The company confirmed its plans to deliver its Hyper-V hypervisor within six months of the launch of Windows Server 2008 (betas available now), which is expected this quarter. And of course there's hype about competing with VMware."
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XenSource releases product, gets bought by Citrix

billstewart billstewart writes  |  more than 7 years ago

billstewart (78916) writes "XenSource has been in the news twice this week — Monday they release a product, then Tuesday they get bought for $500m by Citrix. Here's Network World's take on the buyout and on the product. It looks like the product is packaging new releases of several of their components — there's a 64-bit hypervisor version 3.1 that uses the Intel and AMD hardware tricks, APIs, management tools, and XenMotion, which lets you move running virtual machines around. According to Xen's product page, the free-beer XenExpress version gets the hypervisor, APIs, and some of the management tools, but not the fancier management or XenMotion, and it's somewhat crippled in terms of capacity (max 4 VMs, 2 CPUs, 4GB RAM, while the commercial versions support 128GB total RAM, larger VMs, and unlimited VMs and CPUs.)

(But will it run Linux?) It will run Linux — one of the data sheets implies that Linux only runs in 32-bit mode, while Windows can run 64-bit. Perhaps there's more documentation that provides more details."

Link to Original Source
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billstewart billstewart writes  |  more than 8 years ago

billstewart writes "Network World has an article on networks of pneumatic tubes, which are still around in some cities, and also used in places like hospitals. As the article says, "Try delivering bottles of pills over Ethernet." There have been a number of proposals to take unused city pneumatic networks and run fiber optic telecom lines through them. Unfortunately, according to the article, most of them haven't actually worked out — 9/11/2001 interfered with the plans to do that around Wall Street, and city governments haven't always been cooperative, especially when their water&sewer departments want to run fiber through their own tubes. One company has some patents on doing it — the business model may be obvious, but getting the fiber actually blown through the tubes without damaging it apparently has some non-obvious techniques to it."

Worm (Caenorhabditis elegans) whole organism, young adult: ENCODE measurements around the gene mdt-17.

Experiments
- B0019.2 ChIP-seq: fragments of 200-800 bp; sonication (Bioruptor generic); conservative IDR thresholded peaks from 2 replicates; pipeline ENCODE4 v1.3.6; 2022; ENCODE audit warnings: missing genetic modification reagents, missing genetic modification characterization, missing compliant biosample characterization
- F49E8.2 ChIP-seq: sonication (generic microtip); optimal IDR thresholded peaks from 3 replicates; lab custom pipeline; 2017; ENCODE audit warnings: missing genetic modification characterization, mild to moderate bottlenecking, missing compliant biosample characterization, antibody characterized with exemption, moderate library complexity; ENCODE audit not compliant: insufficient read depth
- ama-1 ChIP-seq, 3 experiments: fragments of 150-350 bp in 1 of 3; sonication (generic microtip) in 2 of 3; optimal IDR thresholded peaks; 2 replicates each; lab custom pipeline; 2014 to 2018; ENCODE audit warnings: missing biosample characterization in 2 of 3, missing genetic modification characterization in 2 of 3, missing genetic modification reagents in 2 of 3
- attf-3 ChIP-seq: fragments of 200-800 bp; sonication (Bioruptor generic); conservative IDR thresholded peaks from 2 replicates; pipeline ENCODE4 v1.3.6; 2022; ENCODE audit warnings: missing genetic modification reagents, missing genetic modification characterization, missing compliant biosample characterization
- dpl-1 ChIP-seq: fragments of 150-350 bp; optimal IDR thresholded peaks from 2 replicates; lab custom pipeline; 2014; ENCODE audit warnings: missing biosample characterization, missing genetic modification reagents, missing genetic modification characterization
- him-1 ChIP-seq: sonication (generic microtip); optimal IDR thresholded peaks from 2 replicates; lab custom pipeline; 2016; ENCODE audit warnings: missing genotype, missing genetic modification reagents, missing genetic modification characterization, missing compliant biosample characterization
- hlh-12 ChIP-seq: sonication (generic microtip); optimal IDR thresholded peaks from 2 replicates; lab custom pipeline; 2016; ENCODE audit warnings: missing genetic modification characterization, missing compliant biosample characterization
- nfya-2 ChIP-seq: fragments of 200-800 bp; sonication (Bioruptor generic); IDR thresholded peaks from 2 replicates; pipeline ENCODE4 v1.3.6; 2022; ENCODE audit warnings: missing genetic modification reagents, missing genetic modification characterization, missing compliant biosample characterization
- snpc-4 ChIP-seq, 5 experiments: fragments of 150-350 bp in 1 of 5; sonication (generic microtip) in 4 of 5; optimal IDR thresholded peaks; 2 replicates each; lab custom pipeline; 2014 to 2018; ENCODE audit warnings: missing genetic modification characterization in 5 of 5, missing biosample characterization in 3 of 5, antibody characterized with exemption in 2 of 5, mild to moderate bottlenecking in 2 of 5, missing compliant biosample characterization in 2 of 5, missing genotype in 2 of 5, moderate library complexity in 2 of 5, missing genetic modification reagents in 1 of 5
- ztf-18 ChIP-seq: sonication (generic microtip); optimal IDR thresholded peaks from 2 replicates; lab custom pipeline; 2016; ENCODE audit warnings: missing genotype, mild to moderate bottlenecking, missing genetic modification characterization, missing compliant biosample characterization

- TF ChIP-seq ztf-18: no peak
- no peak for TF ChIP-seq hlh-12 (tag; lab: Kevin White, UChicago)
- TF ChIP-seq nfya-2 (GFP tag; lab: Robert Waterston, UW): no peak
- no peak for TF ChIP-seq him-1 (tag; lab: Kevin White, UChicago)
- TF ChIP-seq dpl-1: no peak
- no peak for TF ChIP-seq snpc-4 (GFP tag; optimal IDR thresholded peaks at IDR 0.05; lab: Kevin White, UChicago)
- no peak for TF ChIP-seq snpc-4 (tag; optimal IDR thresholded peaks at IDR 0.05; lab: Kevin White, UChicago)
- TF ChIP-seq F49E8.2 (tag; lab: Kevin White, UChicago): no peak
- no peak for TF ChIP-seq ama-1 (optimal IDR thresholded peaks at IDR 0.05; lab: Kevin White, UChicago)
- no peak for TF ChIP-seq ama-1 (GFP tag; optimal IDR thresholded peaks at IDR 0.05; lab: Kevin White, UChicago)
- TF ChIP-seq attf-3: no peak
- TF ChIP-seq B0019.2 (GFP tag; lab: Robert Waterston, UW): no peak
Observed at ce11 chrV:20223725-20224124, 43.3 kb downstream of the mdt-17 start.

Journals

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billstewart billstewart writes  |  more than 9 years ago

I usually give positive moderations lots of slack - I may think a joke or an article is lame, but if somebody wants to moderate it Insightful or Funny, fine - I'll mark those moderations as Unfair/Unfunny if they're promoting obvious trolls or whatever, but that's not common.

Negative moderations are usually obvious also, but the one that I don't give much slack is "Redundant". If an article really was duplicating existing content at the time it was written, or is just adding a content-free me-too, then it's redundant, but if it's a +1 article written two minutes after the main slashdot article, and somebody posts something similar but much more insightful an hour later that makes it up to +5, the first one is still Not Redundant. Maybe it's Overrated, maybe it's Flamebait, and I'd let those moderations through, but I'll call a "Redundant" as "Unfair" if it wasn't redundant enough.

"Flamebait" gets a lot more slack - sometimes there are articles that I strongly agree with (even if I've written them myself :-) that are aggressive enough that they get Flamebait, and I'll usually let those stand - but I try to ding any moderations where the moderator's calling something Flamebait just because they disagree with it.

The one meta-moderation I have trouble with is when somebody rates something as "Funny" that looks like it was intended to be serious, not funny (and wasn't accidentally funny either.) Does marking the moderation Unfair undo the moderation, decreasing the posting's status? Or does it just ding the moderator's karma, which is fine...?

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Wow! A Journal! It's like Blogging! :-)

billstewart billstewart writes  |  more than 11 years ago Wow! This says it will go down on my permanent record - that's pretty scary, given the recent Congressional activity....

Blogging is lame enough - it's a way of nagging people who don't write their own HTML into at least writing text and links. Guess I can't flame them too much, given that I've done almost no edits to my web page in years :-) So here *I* am, not even getting my own Blogging software for my web pages, much less writing it myself - I'm just using /.s.